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September 12, 2005

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You know, I saw a news article a couple of days ago that said there's evidence brains are still evolving and possibly pushing humanity towards greater intelligence. Obviously it's too late to help these guys.

Sometimes I'm embarrassed to be homo sapien.

Don't worry Martin, people like this are more homo bardus than homo sapiens.

The sad part is that according to my wife, who's a realtor, Chung probably has a case.

If this were a real estate sale in Tennessee (which may or may not be comparable to a lease agreement in Florida), the seller would be required to disclose any reports of ghost sightings or other supernatural activity to potential buyers. Apparently, the law panders to superstitions. If the owner of Church Street Station knew the building had a history of ghost sightings and didn't inform Mr. Chung, Mr. Chung may be able to break the lease without penalty.

As I said in my own blog post about this incident, it sounds like something from an episode of Scooby Doo.

"As I said in my own blog post about this incident, it sounds like something from an episode of Scooby Doo."

And to quote a JREF forum goer's sig, "...And you would have gotten away with it, if it weren't for those pesky facts!"

I wish cryonics worked, so that I could freeze myself until this sort of nonsense blows over. Then again, I'd probably wind up dealing with slightly different flavors of nonsense.

BronzeDog:

As long as there are mouth-breathers, there will always be bullshit, no matter what time period it is. Unfortunate...

True. Just look at Amy from Futurama.

Amy: "Why don't you try some homeopathic remedies, Bender? Try some zinc."
Bender: "I'm 40% zinc!"
Amy: "Then try some echinacea or St. John's Wort."
Professor Pharnsworth: "Yeah, or A BIG, FAT PLACEBO!"

... Well, at least it seems skeptics will still be around.

from the article: "The lawsuit also asks a judge to decide whether the building is haunted and, if so, whether the ghosts would interfere with the restaurant's business. Renovations have stopped on the building, and it remains empty.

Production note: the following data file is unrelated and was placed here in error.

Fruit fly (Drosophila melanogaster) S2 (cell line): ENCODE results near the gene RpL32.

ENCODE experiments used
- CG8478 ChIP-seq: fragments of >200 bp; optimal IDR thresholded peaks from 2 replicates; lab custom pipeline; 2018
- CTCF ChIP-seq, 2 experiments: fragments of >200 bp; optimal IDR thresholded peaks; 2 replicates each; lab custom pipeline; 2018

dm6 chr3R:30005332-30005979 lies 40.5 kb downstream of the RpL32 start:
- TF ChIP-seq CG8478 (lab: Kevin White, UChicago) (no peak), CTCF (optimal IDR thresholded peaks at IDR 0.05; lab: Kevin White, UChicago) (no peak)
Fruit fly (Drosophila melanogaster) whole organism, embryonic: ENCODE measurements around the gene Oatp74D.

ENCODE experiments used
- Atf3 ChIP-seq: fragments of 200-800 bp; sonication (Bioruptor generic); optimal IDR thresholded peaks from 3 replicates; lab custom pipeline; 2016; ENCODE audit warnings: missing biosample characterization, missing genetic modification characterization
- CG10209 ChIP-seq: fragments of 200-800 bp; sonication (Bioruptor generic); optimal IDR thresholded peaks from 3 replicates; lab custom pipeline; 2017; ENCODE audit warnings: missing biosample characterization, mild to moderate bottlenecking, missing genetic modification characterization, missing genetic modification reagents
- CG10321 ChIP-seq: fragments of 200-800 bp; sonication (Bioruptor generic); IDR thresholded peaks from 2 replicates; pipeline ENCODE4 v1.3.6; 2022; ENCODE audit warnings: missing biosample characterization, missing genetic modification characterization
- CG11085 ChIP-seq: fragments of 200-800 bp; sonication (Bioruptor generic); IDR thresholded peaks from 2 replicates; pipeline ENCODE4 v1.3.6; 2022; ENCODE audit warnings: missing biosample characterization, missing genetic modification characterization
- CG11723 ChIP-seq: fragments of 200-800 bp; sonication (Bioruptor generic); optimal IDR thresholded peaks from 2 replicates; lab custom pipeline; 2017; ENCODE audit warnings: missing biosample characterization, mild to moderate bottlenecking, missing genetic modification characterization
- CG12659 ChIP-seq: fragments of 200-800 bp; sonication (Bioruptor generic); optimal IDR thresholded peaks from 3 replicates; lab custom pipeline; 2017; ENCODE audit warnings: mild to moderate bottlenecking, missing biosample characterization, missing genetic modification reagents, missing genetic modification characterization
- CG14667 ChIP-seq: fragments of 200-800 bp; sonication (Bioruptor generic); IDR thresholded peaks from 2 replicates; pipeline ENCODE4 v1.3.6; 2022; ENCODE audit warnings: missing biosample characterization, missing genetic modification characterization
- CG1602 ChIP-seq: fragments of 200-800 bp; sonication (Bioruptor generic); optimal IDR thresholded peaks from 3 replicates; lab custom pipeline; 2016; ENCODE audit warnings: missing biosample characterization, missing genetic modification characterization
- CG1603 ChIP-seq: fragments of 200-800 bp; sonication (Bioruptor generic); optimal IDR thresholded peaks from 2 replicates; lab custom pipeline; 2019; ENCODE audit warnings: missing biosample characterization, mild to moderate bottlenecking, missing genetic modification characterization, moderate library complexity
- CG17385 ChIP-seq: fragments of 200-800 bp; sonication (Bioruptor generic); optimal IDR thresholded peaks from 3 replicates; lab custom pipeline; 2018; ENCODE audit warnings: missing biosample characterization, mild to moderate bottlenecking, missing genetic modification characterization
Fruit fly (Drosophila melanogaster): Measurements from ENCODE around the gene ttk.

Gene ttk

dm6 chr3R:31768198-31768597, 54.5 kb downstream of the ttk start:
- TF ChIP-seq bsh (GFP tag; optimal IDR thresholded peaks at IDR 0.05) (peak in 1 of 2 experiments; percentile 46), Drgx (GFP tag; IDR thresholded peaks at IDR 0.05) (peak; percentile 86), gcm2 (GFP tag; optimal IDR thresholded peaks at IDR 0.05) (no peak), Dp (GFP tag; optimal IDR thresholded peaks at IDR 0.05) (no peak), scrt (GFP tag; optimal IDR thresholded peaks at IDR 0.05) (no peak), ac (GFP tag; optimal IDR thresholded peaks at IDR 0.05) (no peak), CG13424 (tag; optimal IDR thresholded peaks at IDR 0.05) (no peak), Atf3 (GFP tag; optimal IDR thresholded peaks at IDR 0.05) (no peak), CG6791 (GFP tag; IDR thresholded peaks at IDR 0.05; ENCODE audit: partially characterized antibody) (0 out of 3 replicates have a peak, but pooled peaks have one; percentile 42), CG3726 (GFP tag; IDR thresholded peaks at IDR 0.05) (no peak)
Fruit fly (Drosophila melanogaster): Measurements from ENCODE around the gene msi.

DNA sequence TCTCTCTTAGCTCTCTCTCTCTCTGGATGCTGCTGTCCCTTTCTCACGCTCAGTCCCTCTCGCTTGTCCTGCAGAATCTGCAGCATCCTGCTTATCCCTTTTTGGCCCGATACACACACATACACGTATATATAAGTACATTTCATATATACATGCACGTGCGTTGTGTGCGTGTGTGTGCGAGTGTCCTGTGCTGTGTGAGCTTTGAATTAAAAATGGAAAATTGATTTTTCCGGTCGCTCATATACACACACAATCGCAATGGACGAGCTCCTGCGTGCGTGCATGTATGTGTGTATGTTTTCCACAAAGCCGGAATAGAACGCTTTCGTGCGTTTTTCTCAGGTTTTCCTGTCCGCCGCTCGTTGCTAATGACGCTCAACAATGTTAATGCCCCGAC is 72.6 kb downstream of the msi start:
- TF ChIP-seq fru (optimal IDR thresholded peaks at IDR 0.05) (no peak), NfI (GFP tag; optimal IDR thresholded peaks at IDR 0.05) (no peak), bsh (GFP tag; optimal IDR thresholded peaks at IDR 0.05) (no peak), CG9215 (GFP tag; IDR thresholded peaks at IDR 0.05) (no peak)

A company called Orlando Ghost Tours regularly led visitors through the property until it changed hands in 2001 and still begins its tours in front of the building."

I'd love to see how the judge would decide if there were spirits.
Personally, I wouldn't want to move my restaurant into a place that has a "ghost tour" starting in front of it. No matter what. It's stupid, and would tend to damage business, I think. If the restaurateurs couldn't stop the "ghost tour" or the ghost stories, then why shouldn't they be able to back out? Apart from any beliefs.

Living and working in the same town where this little haunting story takes place, I find it only to tempting to relay two tangentially related stories:

I once very nearly dined in the sushi resturant that was considering moving form it's current location to Church Street Station, but after my guests took too long perusing the menu, the hostess came to our table and asked in her rudest tone "do you know want you want yet?" This after only a moment seated. I left a nice tip for the waitress and led my party across the street to a generic chain that somehow mustered a bit more resepect.

A story passed second or third-hand through the tech grapevine of Central Florida recounts the owner of this resturaunt insiting that a local elctronics representative take hime to dinner at his own returant, where he ran up a large bill, and then asked the rep to pay.

Certainly this is nothing scientific, but I post it only on the hopes of hignliting the self-serving nature of the people behined these sort of hoaxes.

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